Roots and Wings Distillery
Vodka Takes Roots and Flies High in Langley
Although the attribution of the quote is uncertain, it was a wise person indeed who said “there are two gifts we should give our children: one is roots, the other is wings”. Regardless of the parentage of the quote, it’s a phrase that stuck with Rebekah Crowley when she and boyfriend Rob Rindt established their vodka distillery and tasting room in Langley, BC.
“It’s more of a romantic notion that everything has roots and wings,” Crowley says of the phrase that inspired them to name their business Roots and Wings Distillery.
The couple started toying with the idea of creating craft vodka then incorporated in July 2015 – like many entrepreneurs – without exact ideas of how things would come together. Yet, things have come together, pretty much perfectly
Roots and Wings Distillery and tasting room opened to visitors with a soft launch in February with plans for a much larger, and livelier grand opening in the summer.
“We’ll have it in the summer when it’s nicer weather,” she says, “when we can have a really good party.”
The pair has plans for friends in a band to provide music, and they will have vodka tastings and celebrate what they’ve accomplished—which is no small feat. Roots and Wings is perhaps the only distillery making vodka from potatoes and corn grown on site and distilled by a female distiller. It’s more than a novelty; it’s a unique stand that makes this vodka doubly good.
“There’s only one distillery that grows their own potatoes and uses them and that’s us,” Rindt says. “It’s exciting because as soon as you work in the field, you plant the potato, nurture the potato… all your efforts go into this one bottle of vodka. It’s pretty amazing.”
“We’re business partners in the distillery. He does the farming and heavy lifting,” Crowley says of Rindt, her business and life partner. The pair live on the site where they grow some of the potatoes and corn; and while Rindt takes on the majority of the farm chores, Crowley has her hands full with the distilling and administrative tasks.
Between this 30-acre site and the 100-acres nearby in Glen Valley, there’s enough fertile land to keep them both busy. Currently there are six acres of Kennebec potatoes planted and four acres of sweet corn.
“Rob’s parents started Western Turf Farms,” Crowley explains. “They had been vegetable farmers previously.”
So while Rindt understands and values the work he does with his family, he wanted something that was separate from his brothers.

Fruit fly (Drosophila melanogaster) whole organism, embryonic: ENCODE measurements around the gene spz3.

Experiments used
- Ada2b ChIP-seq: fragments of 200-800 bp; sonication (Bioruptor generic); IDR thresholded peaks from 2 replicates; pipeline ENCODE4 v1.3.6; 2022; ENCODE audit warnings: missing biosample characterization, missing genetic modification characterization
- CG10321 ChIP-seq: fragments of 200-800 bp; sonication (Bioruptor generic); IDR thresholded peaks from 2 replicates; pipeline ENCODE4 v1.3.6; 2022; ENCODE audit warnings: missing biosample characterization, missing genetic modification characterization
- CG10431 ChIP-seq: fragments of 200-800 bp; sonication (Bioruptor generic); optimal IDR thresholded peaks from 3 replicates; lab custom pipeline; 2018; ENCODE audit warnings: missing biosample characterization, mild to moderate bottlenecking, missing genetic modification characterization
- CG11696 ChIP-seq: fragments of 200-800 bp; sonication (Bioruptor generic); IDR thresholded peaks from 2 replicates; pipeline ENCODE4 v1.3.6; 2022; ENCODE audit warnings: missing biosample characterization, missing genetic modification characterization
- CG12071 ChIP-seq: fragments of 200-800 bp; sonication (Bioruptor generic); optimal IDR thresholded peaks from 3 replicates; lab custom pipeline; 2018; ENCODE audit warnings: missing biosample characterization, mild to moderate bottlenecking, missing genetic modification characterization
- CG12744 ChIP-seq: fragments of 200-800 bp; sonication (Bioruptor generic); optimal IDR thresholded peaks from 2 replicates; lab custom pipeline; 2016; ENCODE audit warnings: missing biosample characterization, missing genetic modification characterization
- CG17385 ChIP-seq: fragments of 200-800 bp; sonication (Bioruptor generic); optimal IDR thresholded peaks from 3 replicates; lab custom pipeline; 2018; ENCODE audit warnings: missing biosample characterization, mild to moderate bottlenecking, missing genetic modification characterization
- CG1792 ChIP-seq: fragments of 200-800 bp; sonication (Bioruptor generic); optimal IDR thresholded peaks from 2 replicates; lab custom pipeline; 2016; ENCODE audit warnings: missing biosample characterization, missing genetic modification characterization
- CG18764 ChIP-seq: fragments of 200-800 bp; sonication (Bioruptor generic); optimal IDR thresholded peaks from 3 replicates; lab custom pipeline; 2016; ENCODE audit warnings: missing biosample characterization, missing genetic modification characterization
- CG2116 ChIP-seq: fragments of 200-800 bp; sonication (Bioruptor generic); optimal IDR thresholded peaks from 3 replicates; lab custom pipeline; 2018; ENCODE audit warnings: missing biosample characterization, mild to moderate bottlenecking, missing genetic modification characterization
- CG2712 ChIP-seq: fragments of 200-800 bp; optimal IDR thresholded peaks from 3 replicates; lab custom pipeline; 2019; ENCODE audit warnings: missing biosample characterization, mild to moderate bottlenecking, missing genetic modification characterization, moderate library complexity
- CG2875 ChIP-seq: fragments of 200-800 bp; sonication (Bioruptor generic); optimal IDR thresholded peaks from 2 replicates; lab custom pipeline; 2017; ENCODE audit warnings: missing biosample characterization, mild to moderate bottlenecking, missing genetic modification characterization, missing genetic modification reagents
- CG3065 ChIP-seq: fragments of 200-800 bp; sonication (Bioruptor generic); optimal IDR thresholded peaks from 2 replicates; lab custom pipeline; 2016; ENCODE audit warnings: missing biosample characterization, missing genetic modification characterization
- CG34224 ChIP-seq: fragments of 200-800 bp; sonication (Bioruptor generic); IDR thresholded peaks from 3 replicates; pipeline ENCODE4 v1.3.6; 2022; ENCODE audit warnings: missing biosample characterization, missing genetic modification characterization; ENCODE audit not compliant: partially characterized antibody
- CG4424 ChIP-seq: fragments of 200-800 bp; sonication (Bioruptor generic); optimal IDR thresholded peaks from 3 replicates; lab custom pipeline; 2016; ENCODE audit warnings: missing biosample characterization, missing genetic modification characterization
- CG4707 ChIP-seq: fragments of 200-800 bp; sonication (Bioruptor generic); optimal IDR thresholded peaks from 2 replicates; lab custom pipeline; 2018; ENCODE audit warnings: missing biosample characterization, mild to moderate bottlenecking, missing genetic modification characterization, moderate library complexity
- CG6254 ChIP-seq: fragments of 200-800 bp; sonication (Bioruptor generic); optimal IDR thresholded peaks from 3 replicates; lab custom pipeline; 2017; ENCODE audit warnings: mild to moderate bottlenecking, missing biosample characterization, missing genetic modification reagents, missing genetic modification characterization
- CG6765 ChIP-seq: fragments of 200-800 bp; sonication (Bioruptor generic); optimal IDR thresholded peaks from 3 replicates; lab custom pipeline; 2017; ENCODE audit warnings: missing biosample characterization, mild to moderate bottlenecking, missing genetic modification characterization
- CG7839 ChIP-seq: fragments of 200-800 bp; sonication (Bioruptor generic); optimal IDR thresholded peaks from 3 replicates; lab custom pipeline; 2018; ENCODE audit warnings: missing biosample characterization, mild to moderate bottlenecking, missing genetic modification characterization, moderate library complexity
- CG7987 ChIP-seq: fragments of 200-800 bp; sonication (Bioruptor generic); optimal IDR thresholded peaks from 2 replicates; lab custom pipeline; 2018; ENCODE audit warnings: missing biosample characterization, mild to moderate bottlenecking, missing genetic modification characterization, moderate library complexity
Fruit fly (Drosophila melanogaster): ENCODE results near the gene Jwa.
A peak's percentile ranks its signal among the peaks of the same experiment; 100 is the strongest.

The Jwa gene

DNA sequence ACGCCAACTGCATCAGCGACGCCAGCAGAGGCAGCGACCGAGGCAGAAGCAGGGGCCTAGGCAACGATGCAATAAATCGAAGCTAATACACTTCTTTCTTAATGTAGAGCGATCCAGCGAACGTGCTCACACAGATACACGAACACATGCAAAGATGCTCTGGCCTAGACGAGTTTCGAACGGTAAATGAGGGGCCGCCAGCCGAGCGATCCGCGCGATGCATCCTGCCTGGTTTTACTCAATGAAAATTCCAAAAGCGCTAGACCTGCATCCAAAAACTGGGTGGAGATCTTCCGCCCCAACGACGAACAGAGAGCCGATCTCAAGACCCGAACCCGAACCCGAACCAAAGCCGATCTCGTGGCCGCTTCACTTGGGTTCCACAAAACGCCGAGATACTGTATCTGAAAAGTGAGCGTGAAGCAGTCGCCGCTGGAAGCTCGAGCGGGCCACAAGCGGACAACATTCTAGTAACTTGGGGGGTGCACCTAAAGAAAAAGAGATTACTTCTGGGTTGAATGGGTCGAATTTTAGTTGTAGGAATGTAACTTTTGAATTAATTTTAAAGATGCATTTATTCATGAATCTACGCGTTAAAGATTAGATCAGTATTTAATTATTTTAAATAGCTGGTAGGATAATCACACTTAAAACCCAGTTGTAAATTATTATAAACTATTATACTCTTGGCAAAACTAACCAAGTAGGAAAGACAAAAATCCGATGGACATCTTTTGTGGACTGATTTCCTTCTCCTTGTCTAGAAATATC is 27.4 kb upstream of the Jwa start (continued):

“My family has been farming here since the 50s,” he explains. “I wanted to do something independent of my five brothers.”
“Rob is a serial entrepreneur,” Crowley says with pride. “He’s always been thinking of other things to do to work off the farm.”
So why vodka? It began with what the pair enjoys.
“We like potato vodka,” Crowley says. “I like Tito’s vodka which is a corn vodka.”
It takes more than liking vodka to make great vodka or there would be distillers everywhere, but Crowley took the challenge on and attended the Urban Distilling course in Kamloops to learn her trade. She came back from the course and told Rindt she thought they could make a go of their idea.
“We wanted to make a drinking vodka,” Rindt says. “It’s a smoother, more mixable vodka.”
The classic Roots and Wings potato and corn vodka is the first product available. A corn whiskey is on the agenda, as is the creation of a white whiskey. This requires rye and wheat and must be aged for three years.
“Because we’re a craft distillery we have to source local BC ingredients only,” Crowley notes.
It seems like a tall order to find BC-grown grains, but the pair insists it can be done. It takes a lot of volume, however. For example, the vodka requires about 2 kilograms of potatoes for a 750 milliliter bottle.
As with most craft distillation processes the product may change slightly from batch to batch. This is not a case of a homogenized end result like large commercial distillers. Crowley uses a Hillbilly brand still from Kentucky for her distilling.
“I will consistently give you great spirits,” she says. “There might be a slightly different flavor profile.”
There will be vodka infusions along with straight vodka served in the tasting room which is open on weekends from 11 a.m. to 5 p.m. Summer hours will be expanded along with some special event hours.
When visiting, take a close look at the tasting room. You’ll hardly recognize the single-wide trailer it once was. Crowley and Rindt were going add the tasting room onto the distillery, but because the trailer on site (which had been a rental for many years) had septic and other hookups it made sense to convert it to create the wood-paneled bar-feel it has now.
For real, local vodka, with potatoes and corn farmed by a man, yet distilled by a woman, check out Roots and Wings in Langley.